One of our dive team staff members, Oko was reading the following article in National Geographic and surprisingly had seen the same thing on Lady Elliot Island last year.
A blackspot tuskfish off Australia has its mouth full as it carries a cockle to a nearby rock, against which the fish was seen repeatedly bashing the shellfish to get at the fleshy bits inside.
A recent study in the journal Coral Reefs says the picture—snapped at a depth of nearly 60 feet (18 meters) in Australia's Great Barrier Reef in 2006—is the first ever taken of a tool-using fish in the wild.
Professional diver Scott Gardner was just about out of air and swimming back to the surface when he heard an odd cracking sound nearby. Swimming over to investigate, he spotted the foot-long (30-centimeter-long) fish at work.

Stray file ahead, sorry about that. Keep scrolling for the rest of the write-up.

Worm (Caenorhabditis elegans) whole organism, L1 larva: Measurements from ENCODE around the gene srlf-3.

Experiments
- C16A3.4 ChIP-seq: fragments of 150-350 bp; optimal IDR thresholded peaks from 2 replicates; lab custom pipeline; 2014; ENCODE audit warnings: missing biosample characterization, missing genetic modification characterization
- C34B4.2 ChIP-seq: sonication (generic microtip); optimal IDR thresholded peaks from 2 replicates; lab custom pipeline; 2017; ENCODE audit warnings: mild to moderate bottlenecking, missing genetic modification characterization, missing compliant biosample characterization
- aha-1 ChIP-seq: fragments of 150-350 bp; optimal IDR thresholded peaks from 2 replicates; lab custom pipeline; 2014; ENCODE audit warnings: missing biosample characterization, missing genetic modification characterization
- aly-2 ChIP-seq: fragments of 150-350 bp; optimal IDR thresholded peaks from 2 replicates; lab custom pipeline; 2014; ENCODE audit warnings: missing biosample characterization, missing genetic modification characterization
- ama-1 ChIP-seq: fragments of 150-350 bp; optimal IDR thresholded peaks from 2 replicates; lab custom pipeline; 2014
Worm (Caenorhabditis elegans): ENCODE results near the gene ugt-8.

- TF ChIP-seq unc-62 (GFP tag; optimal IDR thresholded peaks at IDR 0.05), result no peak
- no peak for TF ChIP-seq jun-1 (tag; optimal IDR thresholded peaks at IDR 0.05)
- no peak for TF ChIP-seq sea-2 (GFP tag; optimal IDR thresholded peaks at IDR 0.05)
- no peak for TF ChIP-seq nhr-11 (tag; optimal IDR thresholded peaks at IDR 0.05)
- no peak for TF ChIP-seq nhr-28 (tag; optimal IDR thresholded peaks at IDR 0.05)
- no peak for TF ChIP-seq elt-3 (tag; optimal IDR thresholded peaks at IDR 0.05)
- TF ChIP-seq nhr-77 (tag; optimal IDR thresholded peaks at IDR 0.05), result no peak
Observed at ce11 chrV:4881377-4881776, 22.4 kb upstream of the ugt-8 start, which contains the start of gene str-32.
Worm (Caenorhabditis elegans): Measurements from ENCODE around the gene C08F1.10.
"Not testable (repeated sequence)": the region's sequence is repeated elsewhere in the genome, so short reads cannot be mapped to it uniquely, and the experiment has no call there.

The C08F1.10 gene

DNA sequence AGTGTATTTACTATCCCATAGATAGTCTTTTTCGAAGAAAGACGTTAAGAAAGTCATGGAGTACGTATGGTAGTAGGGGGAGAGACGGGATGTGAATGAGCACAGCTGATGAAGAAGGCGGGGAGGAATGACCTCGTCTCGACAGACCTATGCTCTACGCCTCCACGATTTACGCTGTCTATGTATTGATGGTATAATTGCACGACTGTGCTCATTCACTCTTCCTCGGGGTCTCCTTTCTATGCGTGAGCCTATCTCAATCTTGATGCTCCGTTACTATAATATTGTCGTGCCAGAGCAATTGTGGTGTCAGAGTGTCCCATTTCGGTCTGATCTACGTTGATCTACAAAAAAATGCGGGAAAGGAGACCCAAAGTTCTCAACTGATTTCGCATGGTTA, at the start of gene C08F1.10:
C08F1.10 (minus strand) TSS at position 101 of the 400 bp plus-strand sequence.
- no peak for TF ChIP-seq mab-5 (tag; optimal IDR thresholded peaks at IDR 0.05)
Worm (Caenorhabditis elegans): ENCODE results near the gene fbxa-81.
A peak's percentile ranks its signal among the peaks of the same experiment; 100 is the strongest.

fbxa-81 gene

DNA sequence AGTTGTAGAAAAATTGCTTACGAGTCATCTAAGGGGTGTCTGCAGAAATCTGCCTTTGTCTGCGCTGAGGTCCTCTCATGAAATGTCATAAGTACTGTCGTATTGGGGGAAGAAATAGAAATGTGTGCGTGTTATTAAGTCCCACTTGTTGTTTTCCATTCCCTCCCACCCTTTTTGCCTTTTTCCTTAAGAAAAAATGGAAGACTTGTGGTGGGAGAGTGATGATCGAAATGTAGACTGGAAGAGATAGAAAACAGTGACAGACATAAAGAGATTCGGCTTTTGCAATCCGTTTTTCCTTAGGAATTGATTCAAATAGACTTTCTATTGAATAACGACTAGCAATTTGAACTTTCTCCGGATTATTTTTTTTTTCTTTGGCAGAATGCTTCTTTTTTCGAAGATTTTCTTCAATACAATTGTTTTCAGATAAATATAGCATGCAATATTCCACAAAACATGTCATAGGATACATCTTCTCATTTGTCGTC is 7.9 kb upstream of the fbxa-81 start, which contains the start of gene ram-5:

"When Scott showed me his photos, I said 'Wow, this is quite amazing,'" said study co-author Alison Jones, a coral ecologist at Central Queensland University in Rockhampton, Australia.
Oko contacted Alison Jones with his photos to her amazement.
Oko says “This fish is solitary and spotted mainly around lighthouse bommie and sometimes 2nd reef up to mooring 2 area on Lady Elliot Island”.
What an amazing find!